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10 Griffith L. Rev. 124 (2001)
As Everybody Knows - Countering Myths of Gender Bias in Family Law

handle is hein.journals/griffith10 and id is 128 raw text is: 'As EVERYBODY KNOWS'
Countering Myths of Gender Bias in Family Law
Angela Melville and Rosemary Hunter*
According to certain media commentators, supporters of the
men's movement, and even some family lawyers, 'everybody
knows' that family law is biased against men. This article draws
upon empirical research which shows that the incidence of
domestic violence in Family Court cases is relatively high, and
that women are often reluctant to take out a domestic violence
protection order even if domestic violence has occurred. Despite
the, high incidence of domestic violence, the Family Court
generally supports men having contact with their children and,
rather than the Family Court being biased towards women, the
very opposite sometimes occurs. It would appear that what
'everybody knows' are a number of myths that can be located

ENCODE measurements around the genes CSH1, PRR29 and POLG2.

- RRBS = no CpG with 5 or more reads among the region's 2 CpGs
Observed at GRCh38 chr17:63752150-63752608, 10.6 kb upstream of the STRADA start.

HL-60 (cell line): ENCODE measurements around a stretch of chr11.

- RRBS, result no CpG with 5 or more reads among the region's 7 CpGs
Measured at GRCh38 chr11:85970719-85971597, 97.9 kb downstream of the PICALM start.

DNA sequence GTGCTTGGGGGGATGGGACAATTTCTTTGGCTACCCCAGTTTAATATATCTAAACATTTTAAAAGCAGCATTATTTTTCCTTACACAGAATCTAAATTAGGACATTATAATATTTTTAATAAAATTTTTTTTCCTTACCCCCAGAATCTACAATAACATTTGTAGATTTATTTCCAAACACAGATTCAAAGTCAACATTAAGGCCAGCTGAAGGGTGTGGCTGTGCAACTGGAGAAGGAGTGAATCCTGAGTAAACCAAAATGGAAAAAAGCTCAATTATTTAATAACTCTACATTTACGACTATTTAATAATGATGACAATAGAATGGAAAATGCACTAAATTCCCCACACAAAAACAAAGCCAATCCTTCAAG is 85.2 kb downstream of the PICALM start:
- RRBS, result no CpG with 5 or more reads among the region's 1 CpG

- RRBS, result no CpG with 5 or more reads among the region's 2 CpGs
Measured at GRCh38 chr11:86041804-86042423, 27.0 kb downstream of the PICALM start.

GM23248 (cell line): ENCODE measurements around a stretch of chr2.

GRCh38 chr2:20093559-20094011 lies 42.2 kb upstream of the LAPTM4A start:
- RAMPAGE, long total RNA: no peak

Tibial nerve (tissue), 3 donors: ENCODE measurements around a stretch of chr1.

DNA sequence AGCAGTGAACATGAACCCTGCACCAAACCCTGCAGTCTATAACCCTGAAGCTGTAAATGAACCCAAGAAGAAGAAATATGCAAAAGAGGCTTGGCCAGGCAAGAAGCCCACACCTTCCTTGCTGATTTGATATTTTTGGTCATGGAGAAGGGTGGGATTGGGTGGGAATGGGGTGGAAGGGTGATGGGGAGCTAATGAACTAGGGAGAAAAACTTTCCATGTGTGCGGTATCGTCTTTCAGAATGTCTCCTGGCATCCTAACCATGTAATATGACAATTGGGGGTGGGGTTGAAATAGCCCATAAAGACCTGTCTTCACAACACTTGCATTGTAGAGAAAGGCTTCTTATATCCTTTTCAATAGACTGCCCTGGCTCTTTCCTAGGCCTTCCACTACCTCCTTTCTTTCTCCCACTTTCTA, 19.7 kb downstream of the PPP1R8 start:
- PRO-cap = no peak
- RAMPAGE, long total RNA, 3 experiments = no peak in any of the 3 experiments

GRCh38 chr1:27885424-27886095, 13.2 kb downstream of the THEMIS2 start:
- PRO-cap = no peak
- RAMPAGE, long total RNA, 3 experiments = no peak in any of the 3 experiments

within a broader backlash against feminism, and that these myths
fail to stand up to empirical testing.
The title of this article is taken from a comment made by Bettina Arndt,
contributor to the Sydney Morning Herald and other publications, and well-
known advocate of the Australian men's movement. Arndt had accused the
Family Court of discriminating against men, so that their feelings of frustration
and anger triggered acts of violence. She then denied that she was inciting
violence in the Family Court, arguing that: 'Everybody knows that in the
majority of cases where violence does erupt it's over denial of access.'
Arndt's use of the phrase 'everybody knows' warrants closer scrutiny.
This phrase is used to make claims that women routinely deny contact to the
fathers of their children following separation, and that family law and the
Family Court are biased against men. These claims apparently appeal to
'common sense' and gloss over the fact that they lack any empirical basis.
They are often given credibility without the critical attention that they deserve,
and this acceptance has the potential to cause very real harm. As Kaye and
Tolmie explain:
Angela Melville is a Researcher in the Law Faculty at the University of
Newcastle, and Professor Rosemary Hunter is the Director of the Socio-Legal
Research Centre at Griffith University. This article draws upon research conducted
by the Justice Research Centre, and funded by the Commonwealth Attorney-
General's Department and the Department of Finance and Administration.
However, the views expressed herein are those of the authors alone.
Vogel (1996).

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